I like them. They remind me of where I grew up, in Gilchrist, Texas on the Bolivar Peninsula. Where nothing ever happened, and yet every day was interesting and different. We had lots of gulls.
Join me in gull-watching, in Aberdeen, mostly in the harbor. Just for a few minutes. Hear them squawking and cawing, and smell the sea air. Feel the peace seeping through your soul as the staccato screech of the gulls is accompanied by the soothing sounds of the waves. A gull haiku:
gulls soaring, screeching pulling me home to the sea you should come with me
After an anniversary trip to New Orleans this summer, I waxed long and poetic in this postabout Suire’s, a tiny, quirky, wonderful and welcoming cafe and grocery in Kaplan, Louisiana that serves spectacular Cajun food.
Now I have to rave about Suire’s again – this time, it’s about the Crawfish Fettuccini. Wow!!!
If you read the original post(and I hope you did – or will), you’ll know the story about the generous stranger who insisted on buying us a frozen container of the Crawfish Fettuccini.
The Crawfish Fettuccini Katlyn gifted us with has been sitting in our freezer waiting for the right time for us to savor it slowly and remember what a great time we had at Suire’s. Last night was the night. I’m messing around with crab cakes, trying to create the perfect Glover Gardens version. The taste is all that (according to my Official Taster, the Grill-Meister), but the texture isn’t right yet, so I’m not ready to share the recipe. Stay tuned. Anyway, I needed a side dish.
The Suire’s Crawfish Fettuccini was the perfect complement to our crab cake experiment. And it was just that: perfect. Creamy, spicy, homey, with tasty little morsels of crawfish. Oh my goodness!
So Katlyn, thank you so much for the gift of the frozen Crawfish Fettuccini. You were absolutely right about it. Wow.
I’m excited because we still have two frozen entrees from Suire’s – Red Beans and Sausage and Crawfish Étouffée. When they’re gone, it’s time for a road trip! Wanna come?
Tender, succulent bites pack a one-two flavor punch of spicy-sweet and an aroma redolent of the Caribbean – this dish is a keeper. Serve with grilled pineapple and black bean-studded cilantro rice.
For the Labor Day holiday meal this year, the Grill-Meister requested “that jerk chicken thing you used to make – it’s been too long”. Good call! I have a favorite jerk chicken recipe that I’ve modified over a dozen years, scribbled on papers dotted with ingredient stains. It’s time to get it into the Glover Gardens cookbook for posterity and family “remakability”.
The recipe was from Bon Appétit in May of 2006, a Special Collector’s Edition called 321 Reasons to Love the Caribbean. I knew when I opened the fat, shiny issue just out of the mailbox and read the Jamaican Jerk Chicken recipe that it would be a taste-bud pleaser. I had a new boyfriend to try it out on, he who would eventually propose marriage and become the Grill-Meister in these pages. It’s just possible that this recipe figured into the proposal…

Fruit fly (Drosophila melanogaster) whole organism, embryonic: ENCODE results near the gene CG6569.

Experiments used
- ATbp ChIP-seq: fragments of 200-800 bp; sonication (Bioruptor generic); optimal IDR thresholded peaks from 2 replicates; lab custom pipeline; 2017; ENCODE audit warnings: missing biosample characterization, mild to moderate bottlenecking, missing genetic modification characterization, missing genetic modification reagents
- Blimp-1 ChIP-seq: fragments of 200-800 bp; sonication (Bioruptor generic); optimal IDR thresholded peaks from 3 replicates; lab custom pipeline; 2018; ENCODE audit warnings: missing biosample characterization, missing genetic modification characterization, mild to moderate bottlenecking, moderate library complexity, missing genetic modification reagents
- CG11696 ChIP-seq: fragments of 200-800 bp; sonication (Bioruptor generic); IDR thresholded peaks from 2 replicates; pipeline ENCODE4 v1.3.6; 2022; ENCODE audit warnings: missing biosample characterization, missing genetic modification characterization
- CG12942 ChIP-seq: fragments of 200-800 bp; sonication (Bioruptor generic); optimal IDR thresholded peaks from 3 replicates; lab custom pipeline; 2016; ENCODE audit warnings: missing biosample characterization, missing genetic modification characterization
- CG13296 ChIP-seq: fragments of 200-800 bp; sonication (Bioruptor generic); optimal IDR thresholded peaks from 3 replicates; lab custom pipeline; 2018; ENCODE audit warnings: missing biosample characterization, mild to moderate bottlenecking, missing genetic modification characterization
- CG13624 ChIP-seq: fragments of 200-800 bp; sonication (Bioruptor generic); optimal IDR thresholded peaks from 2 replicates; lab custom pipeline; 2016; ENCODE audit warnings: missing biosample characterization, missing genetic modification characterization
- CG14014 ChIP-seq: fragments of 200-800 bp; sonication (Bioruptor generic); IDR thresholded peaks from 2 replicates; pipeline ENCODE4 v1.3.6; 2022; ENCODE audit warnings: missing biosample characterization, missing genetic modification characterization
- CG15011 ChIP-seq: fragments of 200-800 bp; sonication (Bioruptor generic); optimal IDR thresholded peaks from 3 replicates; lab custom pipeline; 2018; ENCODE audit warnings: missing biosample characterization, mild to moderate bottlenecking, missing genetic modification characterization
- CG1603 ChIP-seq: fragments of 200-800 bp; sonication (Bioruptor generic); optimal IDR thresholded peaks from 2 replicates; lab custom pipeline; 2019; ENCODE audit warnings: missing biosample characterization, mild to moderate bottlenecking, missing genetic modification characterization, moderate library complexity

The original recipe is really good, but per usual, we’ve made it our own, tweaking ingredients here and there, switching from chicken to game hens, using the rotisserie rather than direct grilling. The jerk flavors are very versatile and the sauce and marinade work well not only with various poultry selections but with other cuts of meat on the grill: think jerk pork tenderloin or chops, jerk sirloin shish-kabob, jerk turkey burgers, slow-cooked jerk ribs. Eggplant, tofu, zucchini steaks or portobello mushrooms would hold up well for a vegetarian version. And don’t let the long list of ingredients scare you; the marinade comes together quickly, and the payoff is big.
Spicy Jerk Game Hens
4 Cornish game hens, rinsed, patted dry
1/2 cup fresh lime juice (juice from about 4 limes)
1/4 cup rum
1/8 cup water
3/4 cup malt vinegar
10-12 green onions, chopped in 1-inch lengths (white and green parts)
6 garlic cloves, peeled, chopped
3 tablespoons dried thyme
2 Scotch bonnet chiles or habanero chiles with seeds, chopped, or your choice of chiles based on your heat tolerance
3 tablespoons vegetable oil
2 tablespoons ground allspice
2 tablespoons ground ginger
2 tablespoons ground cinnamon
1 tablespoon plus 1 teaspoon ground nutmeg
2 teaspoons dry mustard
1 tablespoon salt
1 tablespoon ground black pepper
1 tablespoon dark brown sugar
1/2 cup reserved marinade
1 cup tomato sauce
1 tablespoon malt vinegar
3 tablespoons soy sauce
1/4 cup honey
Arrange game hens in a large baking dish. Pour lime juice over and inside of each hen, turning to coat.
Make the marinade. Boil the rum and water in a small saucepan for 3 minutes and set aside to cool. Put the vinegar, rum mixture and the rest of the marinade ingredients in a food processor or blender and puree. The mixture will be slightly grainy. Transfer 1/2 cup of the jerk marinade mixture to a small bowl and set aside.
Spoon jerk marinade over the game hens, making sure to get some in the cavities. Cover and refrigerate at least four hours or overnight. Turn occasionally to ensure even distribution of the spicy goodness.